There are seven major industries whose electronic communications are governed by strict regulations: financial, retail, healthcare, defense, consumer data, insurance, and energy. For these seven sectors, cybersecurity is vital, and violations come with harsh penalties.
As a small business owner, you may be governed by some of these regulations, even if you don’t directly interact with consumers. For instance, even a small webhosting company can be bound by data encryption regulations if those servers are being used by a company that transmits electronic health data.
Unfortunately, these regulations are often overlooked by small business owners because they’re not commonly discussed in industry-specific seminars or meetings. Many don’t believe the rules apply to them and assume they’re off the hook.
However, these regulations are taken seriously and unless you’ve got endless cash flow, non-compliance is expensive.
There’s a reason for the regulations
Regulations governing these sectors – HIPAA, for example, in the healthcare sector – are designed to prevent data breaches that give hackers access to personal and financial information like credit cards.
If your business is in a sector where the transmission of electronic data is governed by strict rules, you can’t afford to choose the wrong email and data security solution.
Most regulations require data to be encrypted at all times. That means data needs to be encrypted in transit and at rest, no matter what device is used to send or receive it, and without any gaps.
Not all popular encryption solutions are complete
Popular security solutions like Office 365 Message Encryption allow you to send encrypted messages to anyone, even if they don’t use 365 applications. It’s a great solution for most B2B and B2C situations. However, one aspect makes it incomplete for industries bound by strict compliance regulations:
Microsoft first sends the message, unencrypted, to its server. This initial unencrypted data transmission isn’t a big deal for most businesses, but for those operating under the rules of HIPAA, CJIS, and other regulations, it’s a violation that could cost you everything.
This initial unencrypted transmission is why you should be using a third-party plugin for Microsoft 365 to complete the encryption process.
Encryption experts at Virtru have gone the extra mile to create a plugin that completes the encryption process for all. In a detailed analysis, they explain why it’s a challenge to meet encryption standards defined by regulatory agencies:
“There is no standardized email encryption solution that is easily used by all email clients and across all use cases.” And, “Unless a vendor steps up to cover more use cases, IT organizations will be forced to adopt a patchwork of email encryption solutions that do not work well together and are expensive to replace.”
The article linked above explains why the security of your email communications – even when encrypted by Microsoft – relies on both your service and the recipient’s service using TLS. As a message travels to its destination, it’s relayed between multiple servers. Each time it reaches a server, a secure connection is created and the message is decrypted, and then encrypted again before being sent to the next server. This happens until the message reaches its destination.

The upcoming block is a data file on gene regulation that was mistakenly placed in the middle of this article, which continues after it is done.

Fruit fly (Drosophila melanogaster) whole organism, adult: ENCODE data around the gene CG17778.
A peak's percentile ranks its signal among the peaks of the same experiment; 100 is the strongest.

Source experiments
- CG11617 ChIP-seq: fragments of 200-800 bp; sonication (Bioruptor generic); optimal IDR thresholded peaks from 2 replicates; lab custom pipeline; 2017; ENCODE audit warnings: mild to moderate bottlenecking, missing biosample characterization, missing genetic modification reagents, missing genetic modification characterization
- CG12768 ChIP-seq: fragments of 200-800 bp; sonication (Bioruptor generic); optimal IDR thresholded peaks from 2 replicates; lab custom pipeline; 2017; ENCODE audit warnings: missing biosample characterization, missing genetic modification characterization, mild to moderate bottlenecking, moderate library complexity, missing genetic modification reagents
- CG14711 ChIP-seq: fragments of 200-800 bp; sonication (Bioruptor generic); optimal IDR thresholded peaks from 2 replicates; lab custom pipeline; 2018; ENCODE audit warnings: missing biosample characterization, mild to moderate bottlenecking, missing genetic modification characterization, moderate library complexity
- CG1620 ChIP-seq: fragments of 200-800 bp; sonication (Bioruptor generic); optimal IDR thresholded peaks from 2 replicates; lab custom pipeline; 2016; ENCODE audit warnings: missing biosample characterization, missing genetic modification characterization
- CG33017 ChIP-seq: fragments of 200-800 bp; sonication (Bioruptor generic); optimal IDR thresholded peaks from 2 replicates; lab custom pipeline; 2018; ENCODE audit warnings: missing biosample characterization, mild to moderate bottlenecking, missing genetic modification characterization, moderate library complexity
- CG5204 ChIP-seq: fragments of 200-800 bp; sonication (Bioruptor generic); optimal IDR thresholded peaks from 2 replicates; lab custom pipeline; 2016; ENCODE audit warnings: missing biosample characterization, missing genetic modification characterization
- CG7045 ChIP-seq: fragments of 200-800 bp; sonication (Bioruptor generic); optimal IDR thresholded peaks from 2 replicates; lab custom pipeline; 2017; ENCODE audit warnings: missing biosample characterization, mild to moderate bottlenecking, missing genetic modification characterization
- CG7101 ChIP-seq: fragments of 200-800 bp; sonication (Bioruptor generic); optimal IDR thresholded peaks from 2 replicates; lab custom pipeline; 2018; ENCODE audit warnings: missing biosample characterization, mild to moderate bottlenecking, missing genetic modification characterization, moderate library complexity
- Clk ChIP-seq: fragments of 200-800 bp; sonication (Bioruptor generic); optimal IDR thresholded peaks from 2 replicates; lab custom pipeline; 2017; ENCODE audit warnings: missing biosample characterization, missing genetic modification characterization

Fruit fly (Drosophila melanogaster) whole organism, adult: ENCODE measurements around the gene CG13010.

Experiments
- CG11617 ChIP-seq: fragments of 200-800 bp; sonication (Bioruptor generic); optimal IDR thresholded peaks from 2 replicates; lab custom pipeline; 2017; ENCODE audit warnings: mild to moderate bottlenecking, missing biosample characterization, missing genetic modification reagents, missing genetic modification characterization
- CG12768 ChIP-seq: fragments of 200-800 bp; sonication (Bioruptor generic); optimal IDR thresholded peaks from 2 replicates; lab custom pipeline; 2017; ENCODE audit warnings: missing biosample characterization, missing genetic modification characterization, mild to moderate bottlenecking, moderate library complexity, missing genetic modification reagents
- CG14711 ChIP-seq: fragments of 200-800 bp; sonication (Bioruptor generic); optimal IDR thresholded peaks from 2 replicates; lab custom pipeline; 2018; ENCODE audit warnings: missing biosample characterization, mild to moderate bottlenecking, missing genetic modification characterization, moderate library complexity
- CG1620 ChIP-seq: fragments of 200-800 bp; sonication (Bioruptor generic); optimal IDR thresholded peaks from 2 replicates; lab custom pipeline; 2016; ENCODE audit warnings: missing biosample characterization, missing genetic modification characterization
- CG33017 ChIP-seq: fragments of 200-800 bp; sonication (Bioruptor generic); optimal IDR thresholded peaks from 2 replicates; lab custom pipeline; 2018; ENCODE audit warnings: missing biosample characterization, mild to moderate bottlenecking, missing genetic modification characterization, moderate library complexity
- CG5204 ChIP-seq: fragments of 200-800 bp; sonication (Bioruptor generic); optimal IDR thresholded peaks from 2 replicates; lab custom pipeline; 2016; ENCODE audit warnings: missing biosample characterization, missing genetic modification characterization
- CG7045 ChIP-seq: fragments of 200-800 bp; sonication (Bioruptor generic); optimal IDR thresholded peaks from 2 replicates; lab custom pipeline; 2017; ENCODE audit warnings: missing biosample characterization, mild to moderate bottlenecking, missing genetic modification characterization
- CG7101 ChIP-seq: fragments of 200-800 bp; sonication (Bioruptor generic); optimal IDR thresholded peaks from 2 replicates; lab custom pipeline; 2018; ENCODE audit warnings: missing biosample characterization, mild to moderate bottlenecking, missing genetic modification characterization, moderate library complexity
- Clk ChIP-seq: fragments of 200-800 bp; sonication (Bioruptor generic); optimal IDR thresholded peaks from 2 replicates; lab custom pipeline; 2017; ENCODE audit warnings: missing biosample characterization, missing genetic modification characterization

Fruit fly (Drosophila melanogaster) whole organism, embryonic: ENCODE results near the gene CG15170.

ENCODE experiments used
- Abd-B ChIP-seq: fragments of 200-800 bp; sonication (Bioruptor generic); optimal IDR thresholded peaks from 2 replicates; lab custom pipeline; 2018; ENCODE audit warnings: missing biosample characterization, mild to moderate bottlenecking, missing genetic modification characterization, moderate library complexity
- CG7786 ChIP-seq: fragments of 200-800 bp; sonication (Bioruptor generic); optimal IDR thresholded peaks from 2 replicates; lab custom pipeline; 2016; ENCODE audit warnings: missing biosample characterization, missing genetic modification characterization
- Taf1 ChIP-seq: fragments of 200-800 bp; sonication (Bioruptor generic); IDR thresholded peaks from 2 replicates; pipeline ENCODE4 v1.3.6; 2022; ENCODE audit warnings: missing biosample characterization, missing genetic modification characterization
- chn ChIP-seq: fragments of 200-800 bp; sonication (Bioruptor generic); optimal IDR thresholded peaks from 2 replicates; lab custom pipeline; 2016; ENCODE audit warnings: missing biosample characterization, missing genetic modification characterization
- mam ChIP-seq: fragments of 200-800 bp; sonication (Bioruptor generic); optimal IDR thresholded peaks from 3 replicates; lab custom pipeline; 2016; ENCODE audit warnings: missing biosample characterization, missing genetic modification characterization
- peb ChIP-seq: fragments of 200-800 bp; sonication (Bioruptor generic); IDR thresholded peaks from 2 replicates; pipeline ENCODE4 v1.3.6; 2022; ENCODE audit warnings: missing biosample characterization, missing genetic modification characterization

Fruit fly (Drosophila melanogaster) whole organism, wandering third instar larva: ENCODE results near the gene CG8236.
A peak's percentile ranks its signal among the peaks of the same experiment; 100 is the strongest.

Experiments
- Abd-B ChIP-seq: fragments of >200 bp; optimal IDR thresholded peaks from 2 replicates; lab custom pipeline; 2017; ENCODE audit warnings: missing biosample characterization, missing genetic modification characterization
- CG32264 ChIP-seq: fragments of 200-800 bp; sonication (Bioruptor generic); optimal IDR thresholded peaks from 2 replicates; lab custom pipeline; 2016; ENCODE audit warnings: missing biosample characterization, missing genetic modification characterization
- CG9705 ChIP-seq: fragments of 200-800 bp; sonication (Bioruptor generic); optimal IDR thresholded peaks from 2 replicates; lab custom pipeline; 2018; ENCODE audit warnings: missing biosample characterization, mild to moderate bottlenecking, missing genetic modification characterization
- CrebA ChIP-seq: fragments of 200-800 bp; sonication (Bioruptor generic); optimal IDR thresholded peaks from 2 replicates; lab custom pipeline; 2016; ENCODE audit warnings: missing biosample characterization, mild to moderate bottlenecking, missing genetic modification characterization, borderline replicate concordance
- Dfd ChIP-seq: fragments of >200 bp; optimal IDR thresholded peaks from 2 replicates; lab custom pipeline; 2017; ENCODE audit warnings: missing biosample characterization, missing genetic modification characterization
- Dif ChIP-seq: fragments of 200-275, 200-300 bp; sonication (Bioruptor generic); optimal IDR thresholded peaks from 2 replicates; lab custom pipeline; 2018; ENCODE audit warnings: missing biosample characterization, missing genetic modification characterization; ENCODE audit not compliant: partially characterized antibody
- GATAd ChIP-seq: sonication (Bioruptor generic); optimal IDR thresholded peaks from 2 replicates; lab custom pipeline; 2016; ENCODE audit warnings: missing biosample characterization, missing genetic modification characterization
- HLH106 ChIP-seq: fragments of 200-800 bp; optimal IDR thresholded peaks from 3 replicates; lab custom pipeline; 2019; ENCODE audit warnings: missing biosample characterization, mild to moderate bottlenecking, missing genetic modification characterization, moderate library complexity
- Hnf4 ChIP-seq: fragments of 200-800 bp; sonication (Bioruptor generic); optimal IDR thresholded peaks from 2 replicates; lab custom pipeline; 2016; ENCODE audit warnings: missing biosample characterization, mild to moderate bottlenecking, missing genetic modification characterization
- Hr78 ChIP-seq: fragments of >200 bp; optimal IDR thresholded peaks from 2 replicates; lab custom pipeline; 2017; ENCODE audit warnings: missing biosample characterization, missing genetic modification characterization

When both the sender and recipient use TLS, there’s little risk of the message being hijacked. However, if at any point that message passes through a vulnerable server, a third party could intercept and read it.
Most Microsoft customers choose to purchase Azure RMS to add more layers of protection to their electronic communications, although that’s still not enough to meet some regulations. That’s why Virtru created a plugin for Microsoft 365 that eliminates the problem of not having control once the message leaves your outbox.
The difference is, Virtru’s plugin “protects emails and attachments using object-level or data-centric, encryption. This means that data is encrypted the moment it is created, and it remains encrypted no matter where it travels.” This meets compliance standards.
Data breaches can happen to anyone
You don’t need to be a big name in your industry to suffer an attack. So far, 2016 and 2017 have been flooded with data breaches in the healthcare sector alone:
- Henry Ford Health – Using stolen employee credentials, hackers stole the data of 18,470 patients.
- Arkansas Oral Facial Surgery Center – a cyber attack using ransomware encrypted the x-rays, files, and documents of 128,000 patients. Ransomware is used to lock a business out of their own files, demanding money in order to restore the files. In most cases, the money is requested in Bitcoin, which is untraceable, and the data is seldom restored.
- Emory Brain Health Center and Bronx-Lebanon Hospital Center – hackers scanning the internet for open databases managed to hijack 22,000 unsecured MongoDB databases. Two of these databases belonged to healthcare organizations. One of which contained three years worth of research on leukemia patients. The hackers held the databases for ransom at $650 each.
View this slideshow from Healthcare IT News for a list of 41 major healthcare breaches in 2017 as of December to get an idea of what’s happening.
Data breaches are inevitable, but that doesn’t mean you need to experience one. If you haven’t secured your electronic communications from the ground up, now’s the time to do it.